It disturbs me that this season is kicked off with a giant monetary sacrifice to the great god of consumerism. We sacrifice our dignity, civility, and humanity just to save a few extra dollars. Which incidentally allows us spend even more money on more stuff!

I understand how important this day is for a struggling economy. However, I do not believe we (as a nation) should be dependent on constantly escalating consumption. It’s like taking poison in hopes of curing a disease. It perpetuates our debt, increases our waste, and doesn’t benefit anybody but the 1%. Plus, it forces people to work long, odd hours, keeping them from celebrating with their families.

This holiday season, do me a favor and rethink your gifts and spending. Instead of buying the latest and greatest i-product, use that money to help relieve suffering and poverty. Save the money and invest it in a socially responsible organization or mission. My wife and I don’t buy presents anymore. Instead, we make donations to organizations in the names of friends and family. It really is a gift that keeps on giving.  Don’t you think we could always use a little more peace and goodwill and less selfishness and greed? Let’s make it happen!

Too much stuff.

Oh internet, you’ll always be my first home…

I’ve been MIA the last two weeks. My wife and I found a house and have been doing what needs to be done to acquire said house. Mostly signing a forest sized quantity of paper with blood from a main artery.  Built in 1951, it’s a brick cape cod with 3 bedrooms, 1 bath, a detached 2 car garage, and room for a large garden. We love it! We move in (hopefully) today. The process has been relatively painless.

When moving to a new home there is the inevitable packing (and unpacking). I find this process to be excruciating; an experience somewhere between water boarding and that crazy torture droid in the original Star Wars. It’s not due to the heavy boxes or that we live on the third story of a condo building. It’s because while packing, I am reminded of the excessive amount of useless shit stuff I have.

This is NOT us… yet…

My wife and I differ in our philosophy of “stuff.” She attaches sentimental or practical future value to things. Bag of sticks=potential crafty project. Battered up non-functional ugly lamp from mom=keepsake. Tin of bottletops & plastic pill bottles=something weird. I do not hold any of this against her; I can intellectually understand her reasoning and feelings behind her acquisitions. They give her comfort in a cold and unpredictable world. For me it’s like fingernails on a chalk board.

While packing, I took note of MY stuff that will go in the “give away/sell/burn” pile. Some are clothes. Some are electronics. Some are pictures. But all have outlasted their usefulness and need to go. Immediately.

Similar to this.

About 3 years ago I traveled to Washington D.C. for a refugee resettlement conference. Heather and I have been active CouchSurfers since 2008 so I found an awesome RPCV willing to let me crash his pad while I was in town. When I arrived at his condo, this is what I saw: 2 beds, 1 table, 1 small bookshelf, 2 chairs, 2 paintings. That’s it.

It was monastic. Walking across his threshold was like walking into a sacred space. I could feel my being stretch out to embrace the unfilled space.

Get rid of all the stuff!

I later learned that his kitchen and closet were much the same way. Minimalistic. Functional. Open. There is a moment in Braveheart where Mel Gibson cries out “Freedom!” I want that feeling in my own home. I want to whittle down all my stuff to a minimum. 1 or 2 pieces of art. A small bookshelf for a couple of keepsakes and a rotating collection of books. Bed. Desk. Done. Same thing for the kitchen, garage, and garden. I want the used and functional. When something stops being functional or ceases being used, I’ll get rid of it.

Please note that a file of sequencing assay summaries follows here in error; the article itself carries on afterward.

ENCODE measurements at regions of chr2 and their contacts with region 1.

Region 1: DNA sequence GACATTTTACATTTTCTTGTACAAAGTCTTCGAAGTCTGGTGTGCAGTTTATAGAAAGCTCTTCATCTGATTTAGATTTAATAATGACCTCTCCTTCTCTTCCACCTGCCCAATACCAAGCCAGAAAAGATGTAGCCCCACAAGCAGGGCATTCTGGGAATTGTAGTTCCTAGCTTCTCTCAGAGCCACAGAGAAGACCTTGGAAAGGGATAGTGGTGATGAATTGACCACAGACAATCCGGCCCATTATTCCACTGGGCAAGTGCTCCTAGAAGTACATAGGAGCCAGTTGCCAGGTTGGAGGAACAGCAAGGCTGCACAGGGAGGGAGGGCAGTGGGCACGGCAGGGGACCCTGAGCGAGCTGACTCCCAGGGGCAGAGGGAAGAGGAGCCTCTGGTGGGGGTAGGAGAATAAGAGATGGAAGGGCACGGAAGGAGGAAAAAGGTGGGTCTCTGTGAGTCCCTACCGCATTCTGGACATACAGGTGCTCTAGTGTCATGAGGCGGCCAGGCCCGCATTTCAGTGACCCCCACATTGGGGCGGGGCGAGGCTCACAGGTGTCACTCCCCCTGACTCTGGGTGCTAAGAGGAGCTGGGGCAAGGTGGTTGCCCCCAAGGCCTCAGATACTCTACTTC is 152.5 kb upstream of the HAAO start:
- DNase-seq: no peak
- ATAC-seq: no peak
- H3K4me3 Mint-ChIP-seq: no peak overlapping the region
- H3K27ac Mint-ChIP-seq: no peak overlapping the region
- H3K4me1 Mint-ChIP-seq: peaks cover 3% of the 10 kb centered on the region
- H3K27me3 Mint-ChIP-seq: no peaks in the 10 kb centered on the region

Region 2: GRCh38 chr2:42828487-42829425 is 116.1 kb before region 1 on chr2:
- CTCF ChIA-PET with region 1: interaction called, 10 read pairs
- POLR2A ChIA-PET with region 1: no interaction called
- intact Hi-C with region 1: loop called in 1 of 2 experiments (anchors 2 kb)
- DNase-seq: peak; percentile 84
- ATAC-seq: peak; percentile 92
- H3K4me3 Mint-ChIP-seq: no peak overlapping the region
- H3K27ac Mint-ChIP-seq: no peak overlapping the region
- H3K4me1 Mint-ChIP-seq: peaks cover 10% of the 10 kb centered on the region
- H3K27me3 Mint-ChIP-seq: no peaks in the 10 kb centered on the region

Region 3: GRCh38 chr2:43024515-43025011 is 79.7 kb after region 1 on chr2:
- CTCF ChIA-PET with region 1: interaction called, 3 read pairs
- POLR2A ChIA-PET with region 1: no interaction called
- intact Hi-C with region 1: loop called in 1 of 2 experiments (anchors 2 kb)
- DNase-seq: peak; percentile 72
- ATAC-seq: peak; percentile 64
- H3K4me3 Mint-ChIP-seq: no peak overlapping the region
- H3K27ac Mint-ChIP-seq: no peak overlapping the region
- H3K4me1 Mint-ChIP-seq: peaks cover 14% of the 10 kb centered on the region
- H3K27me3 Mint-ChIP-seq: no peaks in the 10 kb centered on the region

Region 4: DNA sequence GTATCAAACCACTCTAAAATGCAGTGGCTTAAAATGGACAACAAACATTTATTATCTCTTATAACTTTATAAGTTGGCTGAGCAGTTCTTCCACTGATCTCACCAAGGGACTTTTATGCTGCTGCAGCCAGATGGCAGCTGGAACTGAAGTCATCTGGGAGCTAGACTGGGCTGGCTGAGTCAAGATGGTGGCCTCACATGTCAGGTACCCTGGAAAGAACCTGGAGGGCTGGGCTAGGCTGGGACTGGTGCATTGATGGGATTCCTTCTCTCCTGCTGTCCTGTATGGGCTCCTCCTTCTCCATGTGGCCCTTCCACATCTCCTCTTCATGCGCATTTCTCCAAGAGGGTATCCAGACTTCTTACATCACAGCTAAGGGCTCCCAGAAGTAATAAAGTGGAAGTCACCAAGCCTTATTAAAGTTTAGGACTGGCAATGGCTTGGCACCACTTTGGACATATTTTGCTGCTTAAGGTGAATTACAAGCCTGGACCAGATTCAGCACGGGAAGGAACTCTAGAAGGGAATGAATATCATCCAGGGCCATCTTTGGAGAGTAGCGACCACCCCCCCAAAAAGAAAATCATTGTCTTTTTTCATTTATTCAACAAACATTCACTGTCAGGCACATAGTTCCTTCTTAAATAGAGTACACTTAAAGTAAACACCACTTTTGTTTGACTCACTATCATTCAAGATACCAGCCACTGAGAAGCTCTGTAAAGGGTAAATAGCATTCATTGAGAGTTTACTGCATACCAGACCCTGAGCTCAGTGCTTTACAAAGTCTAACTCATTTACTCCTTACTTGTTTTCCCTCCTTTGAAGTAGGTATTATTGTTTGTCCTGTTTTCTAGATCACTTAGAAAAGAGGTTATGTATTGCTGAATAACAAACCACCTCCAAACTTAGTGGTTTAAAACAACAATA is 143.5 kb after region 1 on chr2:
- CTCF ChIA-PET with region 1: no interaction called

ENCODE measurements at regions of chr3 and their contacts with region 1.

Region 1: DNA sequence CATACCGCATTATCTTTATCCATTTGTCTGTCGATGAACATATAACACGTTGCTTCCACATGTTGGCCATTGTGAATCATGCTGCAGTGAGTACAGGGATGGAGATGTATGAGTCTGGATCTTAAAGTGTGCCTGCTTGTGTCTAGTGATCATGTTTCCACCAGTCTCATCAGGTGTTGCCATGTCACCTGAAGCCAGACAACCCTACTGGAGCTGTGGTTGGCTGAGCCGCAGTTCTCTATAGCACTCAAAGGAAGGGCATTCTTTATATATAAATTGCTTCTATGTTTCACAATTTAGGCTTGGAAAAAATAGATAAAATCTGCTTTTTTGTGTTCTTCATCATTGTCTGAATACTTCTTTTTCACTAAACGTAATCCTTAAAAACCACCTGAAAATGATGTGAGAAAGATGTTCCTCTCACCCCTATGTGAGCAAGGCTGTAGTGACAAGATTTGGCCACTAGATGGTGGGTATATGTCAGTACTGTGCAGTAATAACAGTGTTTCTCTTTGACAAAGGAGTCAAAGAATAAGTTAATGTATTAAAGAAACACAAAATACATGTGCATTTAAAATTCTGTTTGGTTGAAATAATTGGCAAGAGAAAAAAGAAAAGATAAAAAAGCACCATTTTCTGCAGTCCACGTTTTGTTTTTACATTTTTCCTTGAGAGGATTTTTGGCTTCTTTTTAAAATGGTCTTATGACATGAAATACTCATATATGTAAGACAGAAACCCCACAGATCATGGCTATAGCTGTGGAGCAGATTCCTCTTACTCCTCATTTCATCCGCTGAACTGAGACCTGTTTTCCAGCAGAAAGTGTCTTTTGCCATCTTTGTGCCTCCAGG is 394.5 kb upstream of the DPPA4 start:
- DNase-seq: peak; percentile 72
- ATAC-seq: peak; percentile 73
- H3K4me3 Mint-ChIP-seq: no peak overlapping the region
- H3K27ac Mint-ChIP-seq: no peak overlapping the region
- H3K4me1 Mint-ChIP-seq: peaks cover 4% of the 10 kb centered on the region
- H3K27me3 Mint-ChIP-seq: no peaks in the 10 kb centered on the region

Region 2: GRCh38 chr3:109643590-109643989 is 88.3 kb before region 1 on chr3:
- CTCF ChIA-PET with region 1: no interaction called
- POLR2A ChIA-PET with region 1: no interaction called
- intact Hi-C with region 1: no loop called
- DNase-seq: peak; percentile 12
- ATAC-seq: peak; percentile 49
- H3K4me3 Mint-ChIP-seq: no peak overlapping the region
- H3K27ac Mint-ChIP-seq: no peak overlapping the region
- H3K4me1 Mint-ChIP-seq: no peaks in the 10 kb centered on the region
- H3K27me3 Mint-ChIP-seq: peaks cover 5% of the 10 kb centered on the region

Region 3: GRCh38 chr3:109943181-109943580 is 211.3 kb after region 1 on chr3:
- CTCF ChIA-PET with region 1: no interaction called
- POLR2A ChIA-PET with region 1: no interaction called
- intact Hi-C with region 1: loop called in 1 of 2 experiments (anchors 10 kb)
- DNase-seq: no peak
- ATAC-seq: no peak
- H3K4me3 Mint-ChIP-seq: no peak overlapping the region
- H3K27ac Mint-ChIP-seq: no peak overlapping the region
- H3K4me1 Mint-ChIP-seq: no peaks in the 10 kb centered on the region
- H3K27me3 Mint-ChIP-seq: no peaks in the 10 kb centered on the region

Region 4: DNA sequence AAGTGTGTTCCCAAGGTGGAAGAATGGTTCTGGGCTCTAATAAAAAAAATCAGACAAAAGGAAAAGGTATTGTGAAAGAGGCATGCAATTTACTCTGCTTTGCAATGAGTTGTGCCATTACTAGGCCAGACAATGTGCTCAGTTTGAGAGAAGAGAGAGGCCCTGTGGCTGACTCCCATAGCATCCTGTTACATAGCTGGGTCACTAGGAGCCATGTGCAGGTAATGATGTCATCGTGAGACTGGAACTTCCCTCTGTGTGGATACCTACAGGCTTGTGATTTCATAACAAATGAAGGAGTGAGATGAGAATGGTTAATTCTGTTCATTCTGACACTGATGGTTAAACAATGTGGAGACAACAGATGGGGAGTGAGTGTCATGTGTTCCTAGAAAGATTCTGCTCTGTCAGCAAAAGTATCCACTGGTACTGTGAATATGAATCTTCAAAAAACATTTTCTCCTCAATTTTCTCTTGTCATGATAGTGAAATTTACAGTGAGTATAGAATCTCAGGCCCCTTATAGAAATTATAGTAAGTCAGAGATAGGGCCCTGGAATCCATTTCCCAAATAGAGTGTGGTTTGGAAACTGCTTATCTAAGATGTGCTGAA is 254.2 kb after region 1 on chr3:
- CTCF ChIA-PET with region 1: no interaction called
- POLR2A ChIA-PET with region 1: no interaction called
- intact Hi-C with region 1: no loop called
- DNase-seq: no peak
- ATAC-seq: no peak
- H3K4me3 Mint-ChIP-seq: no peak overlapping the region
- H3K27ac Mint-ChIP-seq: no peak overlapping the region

Which is why packing is painful. It puts all the stupid/kitchy/tacky/useless stuff right up into my grill, makes me protect it, carry it, transport it, and them unpack it to sit on a shelf to gather dust. I know it’s not all cut and dry. The argument is, “You know, you may need X someday, so you might as well have it.”

Shut your word hole right there.

If he would just get rid of the rock, he’d be ok…

I refuse to be held captive by a potential future of potential needs. A disaster preparedness kit is one thing. That is some wise boy-scout voodoo that makes sense. But if I need a power saw for a project, I can either rent one or find one for free on Craigslist. When I’m done with it, away it will go to find a new and useful home. No need for it to take up space in my garage.

Keepsakes are another issue. Photo albums of “important” photos (not the pic of a blurry drunken Uncle Ralph) are needed for family record keeping. Great grandpa’s medal of honor from the civil war is a piece of history. The plastic cartoon moose aunt Mable gave as a Christmas present in 1983 is crap. I am constantly refining the difference.

Best. Gift. Ever.

Gifts are a main source of life sucking crap. We give people things because we (hopefully) like them. It’s well intended. However, I have come to the point where I don’t need any more stuff. If you like me, get me a nice bottle of scotch or bake me some cookies. If you really like me, make a donation in my name to a non-profit that helps people or protects the environment. Just don’t give me a motion activated singing fish. I will hit you with it.

I’ve experienced too many people who are homeless and have no access to food. I’ve lived in places with no toilets or running water. The amount of money I’ve wasted on stupid toys, comic books, dolls action figures, CDs, DVDs, electric potato peelers, glow in the dark foot cozies, and individual french fry crispers could probably have put me through grad school. I’m done being the ignorant, selfish, materialistic American. For a long time, I thought happiness came by having more stuff than the other guy. I was wrong. My happiness comes from my relationships, friendships and family.

I need to stop filling my life with stuff. I need to start filling life with me.